The end of the My Health Record opt-out period is in sight. Unless the government decides otherwise, next month the vast majority of Australians will have a digital national shared health record. What’s next?
You and MHR
Pharmacists are invited to participate in a survey about My Health Record
My Health Record – it’s not over yet
Lesley Russell writes:
Senate Committee report
- An absolute prohibition on the secondary use of MHR data for commercial purposes
- Explicit consent required for secondary use of identifiable data from an individual’s MHR, such as for public health research purposes
- A prohibition on employers and insurance companies accessing MHR data
- A prohibition on access to deleted MHR data stored in backups
- Extending the ability to suspend a MHR for longer periods to protect victims of domestic violence
- Better education about the system, particularly for vulnerable users.
- That record access codes (effectively a PIN in order to gain access to each MHR) should be required as the default. An access code can be set currently but requires specific action.
- Tighter restrictions on the ability of practitioners to access a MHR in an emergency without a record access code.
- Changing current policy so that parents of children between 14 and 17 years of age and only have access to their children’s MHR if explicitly requested by the child.
- That the opt-out period be extended by 12 months, so that the issues discussed in the committee’s report can be dealt with.
Privacy and the National Cancer Screening Register
The My Health Record debate: ethical and cultural issues
Solution to our $11 billion problem
Deon sprints ahead on his journey to gold
Why we should get connected
My Health Record is the key to improving medication safety, and pharmacists have a crucial role, says Dr Shane Jackson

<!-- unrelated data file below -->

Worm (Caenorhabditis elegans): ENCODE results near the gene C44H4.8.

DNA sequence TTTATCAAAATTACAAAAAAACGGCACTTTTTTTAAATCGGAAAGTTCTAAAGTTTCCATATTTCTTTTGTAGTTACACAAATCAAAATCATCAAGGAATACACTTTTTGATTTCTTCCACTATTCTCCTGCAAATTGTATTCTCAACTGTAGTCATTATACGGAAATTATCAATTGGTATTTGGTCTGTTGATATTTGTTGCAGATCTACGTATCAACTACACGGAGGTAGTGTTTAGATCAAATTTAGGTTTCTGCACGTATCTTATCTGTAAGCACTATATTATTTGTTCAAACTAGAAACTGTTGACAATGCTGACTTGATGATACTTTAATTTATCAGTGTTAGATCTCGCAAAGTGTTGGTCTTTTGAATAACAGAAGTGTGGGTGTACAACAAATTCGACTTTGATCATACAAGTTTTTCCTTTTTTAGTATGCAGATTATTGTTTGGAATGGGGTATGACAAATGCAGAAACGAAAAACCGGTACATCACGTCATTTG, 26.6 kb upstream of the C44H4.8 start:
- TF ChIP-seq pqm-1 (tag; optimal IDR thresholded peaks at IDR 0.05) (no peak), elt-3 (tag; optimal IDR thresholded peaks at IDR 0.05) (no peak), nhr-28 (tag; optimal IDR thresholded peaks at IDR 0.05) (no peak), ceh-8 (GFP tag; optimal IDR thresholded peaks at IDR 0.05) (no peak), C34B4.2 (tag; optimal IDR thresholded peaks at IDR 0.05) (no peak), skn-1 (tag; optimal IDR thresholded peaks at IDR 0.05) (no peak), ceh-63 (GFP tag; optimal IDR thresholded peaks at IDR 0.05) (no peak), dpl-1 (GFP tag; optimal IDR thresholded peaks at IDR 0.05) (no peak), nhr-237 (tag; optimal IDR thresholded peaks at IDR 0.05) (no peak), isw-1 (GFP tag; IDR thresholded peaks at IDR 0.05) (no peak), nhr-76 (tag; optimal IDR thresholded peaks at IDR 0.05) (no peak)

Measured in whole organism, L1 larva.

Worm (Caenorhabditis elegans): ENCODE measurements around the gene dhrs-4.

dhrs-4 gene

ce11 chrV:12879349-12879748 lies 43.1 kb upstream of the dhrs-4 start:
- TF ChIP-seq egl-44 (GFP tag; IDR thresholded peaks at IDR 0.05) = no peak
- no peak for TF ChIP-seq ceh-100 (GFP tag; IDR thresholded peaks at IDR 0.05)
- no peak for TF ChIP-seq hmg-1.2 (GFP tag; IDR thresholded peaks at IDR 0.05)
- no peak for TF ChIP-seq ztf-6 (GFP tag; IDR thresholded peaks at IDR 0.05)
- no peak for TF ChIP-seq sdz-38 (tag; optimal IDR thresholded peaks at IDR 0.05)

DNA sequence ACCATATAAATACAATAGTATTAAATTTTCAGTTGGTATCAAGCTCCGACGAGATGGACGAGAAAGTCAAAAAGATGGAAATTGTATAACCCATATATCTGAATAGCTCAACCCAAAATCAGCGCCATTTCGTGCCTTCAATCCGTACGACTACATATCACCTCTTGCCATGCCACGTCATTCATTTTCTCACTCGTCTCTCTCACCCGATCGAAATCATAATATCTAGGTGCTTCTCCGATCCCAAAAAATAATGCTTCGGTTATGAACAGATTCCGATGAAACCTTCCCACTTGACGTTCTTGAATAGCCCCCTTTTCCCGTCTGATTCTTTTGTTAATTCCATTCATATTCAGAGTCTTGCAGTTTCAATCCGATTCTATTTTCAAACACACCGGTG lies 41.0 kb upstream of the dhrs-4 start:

My Health Record
Higher control with MHR, says Agency
Australia’s digital health record may be controversial, but it will give people more control than similar systems internationally
Media release - International review puts Australia ahead in personal control of electronic health records
Australians reveal concerns about data security and identity protection: report
- 30 October 2018
- Written by Peter Dinham
- Identity Theft: 57% of Australians are extremely or very concerned about unauthorised access to, or misuse of, personal information
- Bank Card Fraud: 52% of Australians are similarly concerned about other people obtaining or using their credit/debit card details
- Internet Virus/Hacking: 53%of Australians are concerned about these issues
- War or Terrorism: 48% of Australians are concerned about these issues
Phishing spikes as private health continues to be most breached sector in Australia
Phishing a key source of Australian data breaches, report confirms
OAIC says 245 data breaches reported in July-Sept quarter
- 31 October 2018
- Written by Sam Varghese
Australia's data breach numbers steady at 245 in three months
Better staff training needed.
Last chance for My Health Record Q&A
Australia Struggles with Rollout of National Electronic Health Record System
Data breaches and the GDPR - the new frontier of privacy regulation in Australia
- the Notifiable Data Breaches Scheme (NDB Scheme); and
- the European Union’s General Data Protection Regulation (GDPR).
Oops you've had a privacy breach. Now what?
- personal information, or credit information or TFN information is subject to unauthorised access or disclosure (or lost in circumstances that are likely to result in unauthorised access or disclosure); and
- affected individuals are likely to suffer serious harm as a result of the breach; and
- no exception to notification applies.